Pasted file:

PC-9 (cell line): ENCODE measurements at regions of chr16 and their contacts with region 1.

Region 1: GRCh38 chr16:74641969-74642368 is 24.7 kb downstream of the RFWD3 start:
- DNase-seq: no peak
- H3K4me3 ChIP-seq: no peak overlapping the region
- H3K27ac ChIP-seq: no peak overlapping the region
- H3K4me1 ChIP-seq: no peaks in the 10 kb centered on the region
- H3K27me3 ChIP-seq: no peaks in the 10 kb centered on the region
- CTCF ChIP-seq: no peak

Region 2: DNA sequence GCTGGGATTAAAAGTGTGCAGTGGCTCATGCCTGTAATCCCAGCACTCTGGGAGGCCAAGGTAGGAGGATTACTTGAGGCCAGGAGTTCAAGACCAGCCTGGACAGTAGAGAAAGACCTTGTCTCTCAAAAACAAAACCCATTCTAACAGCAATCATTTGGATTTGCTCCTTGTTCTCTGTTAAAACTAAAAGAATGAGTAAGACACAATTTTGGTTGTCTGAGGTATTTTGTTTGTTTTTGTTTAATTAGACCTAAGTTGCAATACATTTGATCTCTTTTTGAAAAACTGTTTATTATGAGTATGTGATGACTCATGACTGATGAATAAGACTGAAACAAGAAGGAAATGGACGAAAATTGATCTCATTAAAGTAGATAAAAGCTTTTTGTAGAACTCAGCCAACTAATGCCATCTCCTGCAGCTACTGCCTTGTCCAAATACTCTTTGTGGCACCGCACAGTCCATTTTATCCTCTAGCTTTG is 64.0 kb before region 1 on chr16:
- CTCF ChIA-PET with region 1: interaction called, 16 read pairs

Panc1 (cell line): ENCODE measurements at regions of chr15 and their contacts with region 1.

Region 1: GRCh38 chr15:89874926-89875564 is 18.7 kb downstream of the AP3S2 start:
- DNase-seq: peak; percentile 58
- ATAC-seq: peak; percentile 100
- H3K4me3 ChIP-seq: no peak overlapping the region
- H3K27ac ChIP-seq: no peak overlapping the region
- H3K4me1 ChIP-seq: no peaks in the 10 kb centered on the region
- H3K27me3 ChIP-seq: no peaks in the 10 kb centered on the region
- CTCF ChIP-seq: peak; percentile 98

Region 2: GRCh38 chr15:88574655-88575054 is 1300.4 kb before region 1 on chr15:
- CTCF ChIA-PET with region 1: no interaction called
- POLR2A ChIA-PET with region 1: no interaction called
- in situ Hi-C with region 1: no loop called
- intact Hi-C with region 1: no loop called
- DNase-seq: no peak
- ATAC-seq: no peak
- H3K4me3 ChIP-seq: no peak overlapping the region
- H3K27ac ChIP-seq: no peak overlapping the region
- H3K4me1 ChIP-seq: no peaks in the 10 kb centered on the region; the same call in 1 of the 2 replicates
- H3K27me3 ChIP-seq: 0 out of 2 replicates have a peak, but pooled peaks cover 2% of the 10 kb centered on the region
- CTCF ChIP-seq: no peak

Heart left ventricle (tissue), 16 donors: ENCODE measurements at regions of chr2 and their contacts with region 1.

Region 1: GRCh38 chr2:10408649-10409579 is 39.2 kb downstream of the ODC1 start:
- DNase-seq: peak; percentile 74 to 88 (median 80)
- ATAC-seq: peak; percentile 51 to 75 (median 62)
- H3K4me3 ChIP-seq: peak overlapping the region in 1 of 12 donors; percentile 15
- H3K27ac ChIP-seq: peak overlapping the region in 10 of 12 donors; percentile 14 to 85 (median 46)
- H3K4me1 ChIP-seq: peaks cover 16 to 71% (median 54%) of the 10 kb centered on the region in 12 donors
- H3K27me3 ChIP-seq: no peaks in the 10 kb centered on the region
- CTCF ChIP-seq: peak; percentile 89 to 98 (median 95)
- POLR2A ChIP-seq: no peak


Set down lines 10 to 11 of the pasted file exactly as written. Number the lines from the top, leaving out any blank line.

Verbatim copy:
- CTCF ChIA-PET with region 1: interaction called, 16 read pairs

Panc1 (cell line): ENCODE measurements at regions of chr15 and their contacts with region 1.